By Ramsay Allen, Marketing Manager, Moortec
Managing and controlling thermal conditions in-chip is nothing new and embedded temperature monitoring has been going on for many years. What is changing however, is the granularity and accuracy of the sensing now available to SoC design teams. Thermal activity can be quite destructive and if not sufficiently monitored can cause over-heating and excessive power consumption which in turn can impact device longevity and reliability.
In other walks of life we are very thermally aware, you wouldn’t go on a long journey in your car without occasionally glancing at the temperature gauge on your dashboard or bake a cake without accurately controlling the temperature of your oven. The cost of failure with these examples are several orders of magnitude lower than your SoC, so why gamble, why would you not take even more care of your device? You wouldn’t? Right? Yet many companies are doing just that and not investing in this kind of technology at the early design phase, leaving them open to chip level thermal issues, which in turn, have a measurable impact on the system performance.
The car and cake examples are only single point checks. In an SOC you need to have greater visibility, to read multiple probe points giving you precise thermal measurements beside or within CPU cores, high speed interfaces or high activity circuitry. This type of extended functionality is now a critical requirement for chips operating within any large complex device. Moortec’s recently announced addition to their existing embedded in-chip sensing fabric, has this very functionality and its adoption in AI, Data Center and 5G devices would suggest a credible solution now exists.For some time there has been a demand for tighter, deeper thermal control of semiconductor devices…now you have an efficient means of implementing it..so now, not only will the water in your car radiator not boil and your cakes not burn, but your SoC is also far less likely to overheat!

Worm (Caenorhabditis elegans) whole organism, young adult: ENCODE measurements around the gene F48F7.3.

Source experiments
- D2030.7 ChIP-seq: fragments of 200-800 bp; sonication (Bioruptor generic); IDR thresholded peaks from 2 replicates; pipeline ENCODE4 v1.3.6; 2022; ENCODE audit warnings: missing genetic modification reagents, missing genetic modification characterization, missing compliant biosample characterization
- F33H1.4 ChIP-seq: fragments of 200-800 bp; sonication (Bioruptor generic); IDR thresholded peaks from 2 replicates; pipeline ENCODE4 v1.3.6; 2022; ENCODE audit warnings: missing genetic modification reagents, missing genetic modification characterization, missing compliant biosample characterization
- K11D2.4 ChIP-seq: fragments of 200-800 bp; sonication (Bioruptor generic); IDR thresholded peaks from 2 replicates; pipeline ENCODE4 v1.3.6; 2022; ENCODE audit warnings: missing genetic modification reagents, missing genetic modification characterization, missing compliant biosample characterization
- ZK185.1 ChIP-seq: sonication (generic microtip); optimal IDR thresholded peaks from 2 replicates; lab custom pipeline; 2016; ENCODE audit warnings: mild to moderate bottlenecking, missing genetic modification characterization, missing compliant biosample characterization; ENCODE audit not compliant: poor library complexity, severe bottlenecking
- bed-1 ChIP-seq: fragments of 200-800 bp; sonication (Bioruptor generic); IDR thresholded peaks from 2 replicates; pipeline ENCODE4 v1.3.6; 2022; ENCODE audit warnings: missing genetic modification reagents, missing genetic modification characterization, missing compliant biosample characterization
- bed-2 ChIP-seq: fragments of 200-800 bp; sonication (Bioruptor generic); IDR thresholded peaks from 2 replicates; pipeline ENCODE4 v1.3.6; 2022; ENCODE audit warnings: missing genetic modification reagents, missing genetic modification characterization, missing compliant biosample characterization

In case you missed any of Moortec’s previous “Talking Sense” blogs, you can catch up HERE